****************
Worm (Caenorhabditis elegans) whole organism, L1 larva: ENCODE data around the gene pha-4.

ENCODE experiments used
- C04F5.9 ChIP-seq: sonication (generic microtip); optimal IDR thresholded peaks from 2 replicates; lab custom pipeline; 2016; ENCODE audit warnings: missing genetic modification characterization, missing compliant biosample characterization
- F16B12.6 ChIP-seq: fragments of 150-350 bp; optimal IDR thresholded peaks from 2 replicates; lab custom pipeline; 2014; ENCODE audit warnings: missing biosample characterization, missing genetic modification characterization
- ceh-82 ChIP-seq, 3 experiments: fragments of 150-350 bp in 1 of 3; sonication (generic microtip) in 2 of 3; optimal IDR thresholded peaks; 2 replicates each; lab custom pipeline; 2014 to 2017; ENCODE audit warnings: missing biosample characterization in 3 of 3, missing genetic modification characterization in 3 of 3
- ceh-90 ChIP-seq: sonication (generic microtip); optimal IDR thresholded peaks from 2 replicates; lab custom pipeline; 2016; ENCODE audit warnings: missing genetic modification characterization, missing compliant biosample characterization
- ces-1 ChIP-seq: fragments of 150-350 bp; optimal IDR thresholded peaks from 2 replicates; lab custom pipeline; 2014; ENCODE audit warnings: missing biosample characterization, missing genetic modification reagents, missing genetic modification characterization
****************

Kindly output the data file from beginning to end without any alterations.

Worm (Caenorhabditis elegans) whole organism, L1 larva: ENCODE data around the gene pha-4.

ENCODE experiments used
- C04F5.9 ChIP-seq: sonication (generic microtip); optimal IDR thresholded peaks from 2 replicates; lab custom pipeline; 2016; ENCODE audit warnings: missing genetic modification characterization, missing compliant biosample characterization
- F16B12.6 ChIP-seq: fragments of 150-350 bp; optimal IDR thresholded peaks from 2 replicates; lab custom pipeline; 2014; ENCODE audit warnings: missing biosample characterization, missing genetic modification characterization
- ceh-82 ChIP-seq, 3 experiments: fragments of 150-350 bp in 1 of 3; sonication (generic microtip) in 2 of 3; optimal IDR thresholded peaks; 2 replicates each; lab custom pipeline; 2014 to 2017; ENCODE audit warnings: missing biosample characterization in 3 of 3, missing genetic modification characterization in 3 of 3
- ceh-90 ChIP-seq: sonication (generic microtip); optimal IDR thresholded peaks from 2 replicates; lab custom pipeline; 2016; ENCODE audit warnings: missing genetic modification characterization, missing compliant biosample characterization
- ces-1 ChIP-seq: fragments of 150-350 bp; optimal IDR thresholded peaks from 2 replicates; lab custom pipeline; 2014; ENCODE audit warnings: missing biosample characterization, missing genetic modification reagents, missing genetic modification characterization